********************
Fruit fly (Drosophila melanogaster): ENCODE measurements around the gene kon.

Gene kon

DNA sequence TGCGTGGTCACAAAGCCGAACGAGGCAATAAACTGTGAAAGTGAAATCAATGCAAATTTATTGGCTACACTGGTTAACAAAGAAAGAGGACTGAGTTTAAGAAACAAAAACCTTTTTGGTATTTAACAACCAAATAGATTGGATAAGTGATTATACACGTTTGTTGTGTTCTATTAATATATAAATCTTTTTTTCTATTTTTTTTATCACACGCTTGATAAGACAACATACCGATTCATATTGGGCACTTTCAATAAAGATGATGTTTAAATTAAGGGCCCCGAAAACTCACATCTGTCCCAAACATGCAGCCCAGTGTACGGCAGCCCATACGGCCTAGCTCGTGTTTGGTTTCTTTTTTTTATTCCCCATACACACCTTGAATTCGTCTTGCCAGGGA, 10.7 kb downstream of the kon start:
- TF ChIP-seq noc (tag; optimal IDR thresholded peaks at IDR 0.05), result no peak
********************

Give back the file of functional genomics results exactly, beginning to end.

Fruit fly (Drosophila melanogaster): ENCODE measurements around the gene kon.

Gene kon

DNA sequence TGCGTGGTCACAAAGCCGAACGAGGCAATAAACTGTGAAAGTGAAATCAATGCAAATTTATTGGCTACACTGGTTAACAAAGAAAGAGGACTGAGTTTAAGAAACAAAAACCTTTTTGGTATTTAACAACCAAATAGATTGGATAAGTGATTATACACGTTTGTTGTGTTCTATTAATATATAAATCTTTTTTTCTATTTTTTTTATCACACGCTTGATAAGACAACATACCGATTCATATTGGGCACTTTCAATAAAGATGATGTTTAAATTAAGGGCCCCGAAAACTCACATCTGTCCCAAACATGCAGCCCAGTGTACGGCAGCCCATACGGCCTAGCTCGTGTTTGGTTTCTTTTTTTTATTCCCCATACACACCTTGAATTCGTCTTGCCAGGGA, 10.7 kb downstream of the kon start:
- TF ChIP-seq noc (tag; optimal IDR thresholded peaks at IDR 0.05), result no peak